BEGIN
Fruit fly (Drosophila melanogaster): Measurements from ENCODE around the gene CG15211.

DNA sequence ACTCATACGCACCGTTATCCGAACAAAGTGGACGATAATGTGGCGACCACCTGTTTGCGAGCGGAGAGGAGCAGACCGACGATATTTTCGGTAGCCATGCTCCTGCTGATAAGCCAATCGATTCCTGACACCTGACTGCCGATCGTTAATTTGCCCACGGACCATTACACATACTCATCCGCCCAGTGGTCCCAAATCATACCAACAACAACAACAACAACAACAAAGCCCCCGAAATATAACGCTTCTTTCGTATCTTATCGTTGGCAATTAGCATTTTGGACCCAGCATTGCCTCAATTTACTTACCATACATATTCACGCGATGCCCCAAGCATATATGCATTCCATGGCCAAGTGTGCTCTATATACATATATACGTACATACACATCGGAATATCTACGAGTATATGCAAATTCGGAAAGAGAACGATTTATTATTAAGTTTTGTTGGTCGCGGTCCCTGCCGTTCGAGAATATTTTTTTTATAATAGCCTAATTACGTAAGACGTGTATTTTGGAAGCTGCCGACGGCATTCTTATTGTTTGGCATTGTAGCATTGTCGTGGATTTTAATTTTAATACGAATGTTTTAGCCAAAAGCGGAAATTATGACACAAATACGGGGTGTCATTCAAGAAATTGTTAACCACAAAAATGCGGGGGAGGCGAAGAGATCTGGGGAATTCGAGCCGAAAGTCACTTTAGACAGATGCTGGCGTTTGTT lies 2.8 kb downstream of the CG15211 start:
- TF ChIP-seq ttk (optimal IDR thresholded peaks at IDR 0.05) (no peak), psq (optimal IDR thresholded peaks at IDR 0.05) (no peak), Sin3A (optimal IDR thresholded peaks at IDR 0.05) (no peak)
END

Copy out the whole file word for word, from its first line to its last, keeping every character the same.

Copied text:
Fruit fly (Drosophila melanogaster): Measurements from ENCODE around the gene CG15211.

DNA sequence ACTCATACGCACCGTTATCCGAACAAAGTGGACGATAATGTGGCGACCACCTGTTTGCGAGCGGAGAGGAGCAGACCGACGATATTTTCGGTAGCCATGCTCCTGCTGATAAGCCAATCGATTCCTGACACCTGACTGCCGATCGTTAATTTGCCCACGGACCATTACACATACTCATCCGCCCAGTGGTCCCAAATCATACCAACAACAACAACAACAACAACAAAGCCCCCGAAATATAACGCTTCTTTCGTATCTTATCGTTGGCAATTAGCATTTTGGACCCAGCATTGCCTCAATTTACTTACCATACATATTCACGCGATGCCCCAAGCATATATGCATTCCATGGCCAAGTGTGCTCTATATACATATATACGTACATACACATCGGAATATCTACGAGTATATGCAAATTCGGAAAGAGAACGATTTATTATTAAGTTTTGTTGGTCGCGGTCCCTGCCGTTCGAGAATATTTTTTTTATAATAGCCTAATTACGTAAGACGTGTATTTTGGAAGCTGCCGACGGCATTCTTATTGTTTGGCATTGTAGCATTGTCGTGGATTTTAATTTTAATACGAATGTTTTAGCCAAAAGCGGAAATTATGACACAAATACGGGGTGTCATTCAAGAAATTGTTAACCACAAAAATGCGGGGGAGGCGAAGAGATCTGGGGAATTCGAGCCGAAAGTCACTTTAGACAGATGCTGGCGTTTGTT lies 2.8 kb downstream of the CG15211 start:
- TF ChIP-seq ttk (optimal IDR thresholded peaks at IDR 0.05) (no peak), psq (optimal IDR thresholded peaks at IDR 0.05) (no peak), Sin3A (optimal IDR thresholded peaks at IDR 0.05) (no peak)